The final version of the TN Corn Grain Hybrid Tests in TN publication is available as a pdf and excel files on search.utcrops.com. This report includes both the OVT and CST data.
Prelim results from the 2023 TN soybean OVT are now available as pdf (2023 Soybean Tables, 2023 Soybean Tables Appendix) and excel files (2023 Soybean Tables, 2023 Soybean Tables Appendix). Seventy-one varieties were evaluated in small plot replicated trials (REC) at 8 sites. In addition to yield, moisture, lodging, maturity, oil, and protein, data were collected on diseases, including frogeye and SDS, at locations where these diseases were present. The final CST data and disease trials are not in the prelim report but will be included in the final version to be posted here and on search.utcrops.com. Varieties that were in the A group in the OVT are listed below.
This year’s soybean CST class consist of 61 varieties covering late 3’s to early 5’s maturity groups. These trials are split by both maturity groups and herbicide tolerance, Late III, Early IV, Late IV, and Early V, and by Xtend and Enlist. These trials were planted on-farm across the state in 63 county demonstration plots.
If you have questions about UT’s variety testing program, please contact your local county agent.
Thanks to all who contribute to these trials and your support to the program.
Click on the table below to enlarge data in pdf form.
Late III Xtend
Early IV Xtend
Late IV Xtend
Early V Xtend
39 Corn Hybrids were evaluated in the 2023 CST program. With the weather we had this summer, our yields are very strong with an overall average across all hybrids and locations over 210 bu/ac. With the many locations/replications in these trials, we can look at performance across many soil types and weather/climate conditions that you can use to help select high yielding, consistent hybrids to bring to your farm. Contact your local county agent for more details or if you need a print out of this data.
These CST plots are large strip trials located ‘on-farm’ with a minimum of 300 feet in length. Inputs and management decisions are on a by location basis and determined by the cooperating producers. Three relative maturity groups divide the trials, Early Corn will be 113 day and earlier, Medium Corn will be 114-116 day, and Full Corn is 117 day plus. Thank you to everyone involved in the CST program for your support and contributions: County Agents, UT Extension/Research, Growers, Industry, Retail.
Below are the results for our 3 RM groups. Click on the table to open a PDF of these tables. These results can also be accessed on https://search.utcrops.com/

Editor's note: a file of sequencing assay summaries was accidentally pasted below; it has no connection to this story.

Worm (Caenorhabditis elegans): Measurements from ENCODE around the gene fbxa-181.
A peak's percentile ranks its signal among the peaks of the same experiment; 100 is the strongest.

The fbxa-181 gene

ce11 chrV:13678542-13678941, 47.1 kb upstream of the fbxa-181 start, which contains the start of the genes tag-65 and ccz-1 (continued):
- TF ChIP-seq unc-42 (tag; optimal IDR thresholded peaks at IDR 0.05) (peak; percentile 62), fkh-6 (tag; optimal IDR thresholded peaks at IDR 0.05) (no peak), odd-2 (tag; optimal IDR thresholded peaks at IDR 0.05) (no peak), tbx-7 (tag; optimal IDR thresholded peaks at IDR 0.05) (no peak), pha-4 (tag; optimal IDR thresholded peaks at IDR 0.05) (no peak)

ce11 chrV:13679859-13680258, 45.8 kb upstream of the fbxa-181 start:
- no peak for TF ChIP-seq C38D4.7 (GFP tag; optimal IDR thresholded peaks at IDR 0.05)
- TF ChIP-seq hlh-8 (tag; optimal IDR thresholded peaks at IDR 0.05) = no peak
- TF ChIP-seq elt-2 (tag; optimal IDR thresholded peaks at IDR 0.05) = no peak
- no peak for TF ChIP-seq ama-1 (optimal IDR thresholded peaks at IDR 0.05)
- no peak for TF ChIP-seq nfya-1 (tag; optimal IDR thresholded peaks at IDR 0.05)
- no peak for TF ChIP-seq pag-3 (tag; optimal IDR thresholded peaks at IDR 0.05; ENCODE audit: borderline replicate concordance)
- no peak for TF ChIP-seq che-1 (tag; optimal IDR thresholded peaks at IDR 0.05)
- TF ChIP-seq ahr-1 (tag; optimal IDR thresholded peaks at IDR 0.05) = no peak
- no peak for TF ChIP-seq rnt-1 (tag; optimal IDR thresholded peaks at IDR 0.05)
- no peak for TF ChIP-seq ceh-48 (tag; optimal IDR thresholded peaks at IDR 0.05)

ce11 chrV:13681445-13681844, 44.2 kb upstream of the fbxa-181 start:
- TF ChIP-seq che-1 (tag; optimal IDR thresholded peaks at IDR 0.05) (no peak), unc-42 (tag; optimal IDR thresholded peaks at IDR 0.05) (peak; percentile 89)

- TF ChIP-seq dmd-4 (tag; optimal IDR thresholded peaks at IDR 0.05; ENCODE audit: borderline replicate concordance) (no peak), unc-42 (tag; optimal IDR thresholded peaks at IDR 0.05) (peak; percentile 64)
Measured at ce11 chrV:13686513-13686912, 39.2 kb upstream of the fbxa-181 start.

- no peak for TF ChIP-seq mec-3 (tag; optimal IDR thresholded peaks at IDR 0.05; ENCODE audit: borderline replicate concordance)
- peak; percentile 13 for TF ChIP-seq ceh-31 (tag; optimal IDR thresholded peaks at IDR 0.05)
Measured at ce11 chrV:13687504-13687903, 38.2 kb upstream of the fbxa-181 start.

Prelim results from the 2023 TN corn grain hybrid OVT are now available as an excel file 2023 Corn Grain Tables. Thirty-three hybrids were evaluated in small plot replicated trials (REC) at 9 sites. The CST trial data is still being finalized but should be posted within the next week and will be included in the final combined report to be posted here and on search.utcrops.com.
While we’ve been steadily moving through harvesting our trials, I’ve been paying close attention to the night temperatures forecast for the three day stretch centered on Halloween. Fortunately, there are only a few acres left that might require any more boll opener; I cannot recall a more productive year harvested in such a short timeframe. Still, for those trying to prepare their latest planted acres for the picker, the time to make that final application of boll opener is NOW. In this article, I briefly cover rates and products I would consider for applications going out today (10/25) or tomorrow (10/26).
Last year we reported on waterhemp in Montgomery and Macon counties that was resistant to dicamba. We came to this conclusion from both research we conducted in the fields and the confirmation of those results by greenhouse research. The greenhouse research was conducted at Purdue University by my colleague Dr. Bill Johnson and his graduate student Claudia Bland. Continue reading
Ryegrass has become a serous weed issue in some fields that past couple of years. A major reason for this is that much of it is now glyphosate-resistant. Even if clethodim is used rather than glyphosate often it is applied on ryegrass sometime in late March through April when the grass is too well established to provide consistent control. Continue reading